Sarah Thornhill by Kate Grenville
Kate Grenville is a well-established Australian writer with seven previous novels, The Idea of Perfection, The Secret River, and The Lieutenant being the most well known. Her most recent novel, Sarah Thornhill, continues a story that began in The Secret River, as we meet the generation of the children born to the first settlers in Australia. We were introduced to William Thornhill in The Secret River a few years ago, and here we meet him again as a much older man, now well established and successful. This time we also meet his daughter, Sarah, a young woman coming of age in what is still very much the early days of Australian settlement.
Sarah, as a young woman of the first generation to be born in Australia, has no connection to England - Australia is her only home. The generation who first came from England is divided between those who came as convicts, and earned their freedom and fought hard for their success, and those who came as immigrants by their own choice – there is still a deep divide between the two in the eyes of “society”. William Thornhill, therefore, seeks a marriage for his daughter that will elevate her position. Sarah, however, falls in love with a man who is ultimately unacceptable, and the result is heartbreak, followed by marriage to a man who is not her choice, but who will remove her from her father’s home which has become a place she must escape.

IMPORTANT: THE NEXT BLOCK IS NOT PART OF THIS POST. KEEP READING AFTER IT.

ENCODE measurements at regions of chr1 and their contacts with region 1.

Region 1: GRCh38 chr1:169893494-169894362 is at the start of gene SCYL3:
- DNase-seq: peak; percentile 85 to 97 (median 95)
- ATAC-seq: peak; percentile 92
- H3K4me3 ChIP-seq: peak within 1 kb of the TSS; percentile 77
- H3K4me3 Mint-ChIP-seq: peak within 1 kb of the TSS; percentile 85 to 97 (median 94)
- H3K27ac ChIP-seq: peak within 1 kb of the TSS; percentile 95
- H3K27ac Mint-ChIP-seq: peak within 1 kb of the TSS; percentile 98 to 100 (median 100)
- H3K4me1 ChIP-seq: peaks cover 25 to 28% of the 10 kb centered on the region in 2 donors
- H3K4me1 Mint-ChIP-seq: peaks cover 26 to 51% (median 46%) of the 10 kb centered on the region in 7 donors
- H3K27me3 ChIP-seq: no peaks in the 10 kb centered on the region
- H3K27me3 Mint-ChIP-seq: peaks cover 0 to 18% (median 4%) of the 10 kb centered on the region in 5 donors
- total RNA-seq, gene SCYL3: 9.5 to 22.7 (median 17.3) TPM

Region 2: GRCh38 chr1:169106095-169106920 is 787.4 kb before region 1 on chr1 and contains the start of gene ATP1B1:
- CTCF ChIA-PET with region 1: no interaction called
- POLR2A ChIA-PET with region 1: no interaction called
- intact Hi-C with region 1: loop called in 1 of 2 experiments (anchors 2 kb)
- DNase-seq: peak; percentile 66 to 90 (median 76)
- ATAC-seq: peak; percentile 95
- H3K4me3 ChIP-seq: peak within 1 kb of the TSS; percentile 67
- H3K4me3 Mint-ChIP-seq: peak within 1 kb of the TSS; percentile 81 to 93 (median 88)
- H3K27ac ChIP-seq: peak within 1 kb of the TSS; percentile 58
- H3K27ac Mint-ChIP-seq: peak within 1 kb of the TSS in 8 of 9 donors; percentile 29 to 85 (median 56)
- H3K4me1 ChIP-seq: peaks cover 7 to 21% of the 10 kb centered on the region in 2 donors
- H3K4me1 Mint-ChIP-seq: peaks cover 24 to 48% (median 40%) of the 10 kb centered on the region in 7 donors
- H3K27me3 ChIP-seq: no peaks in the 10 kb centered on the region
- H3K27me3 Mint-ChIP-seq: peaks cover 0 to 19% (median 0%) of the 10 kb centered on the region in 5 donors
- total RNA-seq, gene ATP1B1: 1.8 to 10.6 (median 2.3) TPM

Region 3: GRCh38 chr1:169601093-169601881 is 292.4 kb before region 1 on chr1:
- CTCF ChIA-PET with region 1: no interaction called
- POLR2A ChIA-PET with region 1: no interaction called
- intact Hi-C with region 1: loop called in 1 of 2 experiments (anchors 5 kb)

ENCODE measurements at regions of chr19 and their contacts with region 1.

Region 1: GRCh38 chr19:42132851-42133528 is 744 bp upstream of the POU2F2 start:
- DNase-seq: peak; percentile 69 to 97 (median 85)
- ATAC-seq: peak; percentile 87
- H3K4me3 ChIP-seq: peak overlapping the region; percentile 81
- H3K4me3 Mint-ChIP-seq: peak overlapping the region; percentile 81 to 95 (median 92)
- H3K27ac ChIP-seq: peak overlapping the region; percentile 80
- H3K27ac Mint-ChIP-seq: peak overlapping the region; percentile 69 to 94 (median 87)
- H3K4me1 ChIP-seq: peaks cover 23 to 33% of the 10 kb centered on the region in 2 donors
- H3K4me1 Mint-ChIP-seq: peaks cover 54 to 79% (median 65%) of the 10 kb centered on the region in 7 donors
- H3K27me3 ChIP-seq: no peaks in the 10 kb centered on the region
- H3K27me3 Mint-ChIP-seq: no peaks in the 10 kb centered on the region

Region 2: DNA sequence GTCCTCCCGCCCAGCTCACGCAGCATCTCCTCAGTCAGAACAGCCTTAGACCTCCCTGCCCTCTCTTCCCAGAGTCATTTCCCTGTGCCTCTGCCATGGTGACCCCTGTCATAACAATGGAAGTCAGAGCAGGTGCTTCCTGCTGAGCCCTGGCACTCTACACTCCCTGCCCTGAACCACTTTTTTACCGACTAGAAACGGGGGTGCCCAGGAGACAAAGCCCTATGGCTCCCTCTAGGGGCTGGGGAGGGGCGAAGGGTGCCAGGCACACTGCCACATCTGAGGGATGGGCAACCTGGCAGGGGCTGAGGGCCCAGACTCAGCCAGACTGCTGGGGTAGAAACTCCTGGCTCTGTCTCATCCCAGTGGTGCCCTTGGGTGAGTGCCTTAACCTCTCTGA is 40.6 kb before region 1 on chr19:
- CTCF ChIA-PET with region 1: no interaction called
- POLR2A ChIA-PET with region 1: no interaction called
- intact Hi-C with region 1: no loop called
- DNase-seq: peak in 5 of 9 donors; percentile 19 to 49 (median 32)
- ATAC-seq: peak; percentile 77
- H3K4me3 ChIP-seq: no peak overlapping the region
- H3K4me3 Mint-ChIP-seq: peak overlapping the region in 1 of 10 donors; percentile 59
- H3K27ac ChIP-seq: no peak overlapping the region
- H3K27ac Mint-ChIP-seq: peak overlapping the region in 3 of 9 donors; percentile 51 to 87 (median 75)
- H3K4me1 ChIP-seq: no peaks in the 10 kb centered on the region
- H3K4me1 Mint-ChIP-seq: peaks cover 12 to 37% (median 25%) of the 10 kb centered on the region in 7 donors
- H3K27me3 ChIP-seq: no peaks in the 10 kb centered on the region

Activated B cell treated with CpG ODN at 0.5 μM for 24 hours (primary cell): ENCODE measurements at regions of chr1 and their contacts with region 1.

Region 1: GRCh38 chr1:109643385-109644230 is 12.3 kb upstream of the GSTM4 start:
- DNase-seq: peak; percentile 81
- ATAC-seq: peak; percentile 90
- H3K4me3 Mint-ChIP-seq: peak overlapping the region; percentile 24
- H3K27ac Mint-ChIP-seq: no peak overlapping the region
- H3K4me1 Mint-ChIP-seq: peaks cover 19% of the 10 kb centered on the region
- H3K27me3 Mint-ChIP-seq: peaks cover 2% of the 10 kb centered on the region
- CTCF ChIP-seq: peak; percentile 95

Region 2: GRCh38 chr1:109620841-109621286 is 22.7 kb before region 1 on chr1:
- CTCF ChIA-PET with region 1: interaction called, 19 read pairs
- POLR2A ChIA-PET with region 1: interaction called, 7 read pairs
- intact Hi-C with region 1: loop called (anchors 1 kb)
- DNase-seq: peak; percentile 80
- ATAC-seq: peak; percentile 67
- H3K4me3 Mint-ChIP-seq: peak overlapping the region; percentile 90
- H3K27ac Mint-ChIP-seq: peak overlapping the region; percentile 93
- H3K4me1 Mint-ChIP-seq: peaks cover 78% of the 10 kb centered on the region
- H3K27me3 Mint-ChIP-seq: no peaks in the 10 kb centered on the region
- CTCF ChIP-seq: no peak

We follow Sarah and her husband into the wilderness of the Australian outback, to a home remote from any others, and we return to the same questions, of the conflict and interaction between the white settlers and the aboriginal people of Australia, that were raised in both The Secret River and The Lieutenant.
Kate Grenville working with five generations of family stories has woven them into her fiction, using the story of her grandfather, a boatman caught stealing lumber on the Thames as the inspiration for William Thornhill. Another ancestor was a sealer in New Zealand and you will read some of his story in Sarah Thornhill. When Kate Grenville traveled to the Hawkesbury River to research this novel she says she “ “retraced the road my great-great-grandmother would have taken with her new husband, north to the Hunter Valley. As near as I could, I found where they’d lived – nothing remains of it but a graveyard called “Glenmire”.” What will remain, forever, as her memorial is the novel Sarah Thornhill.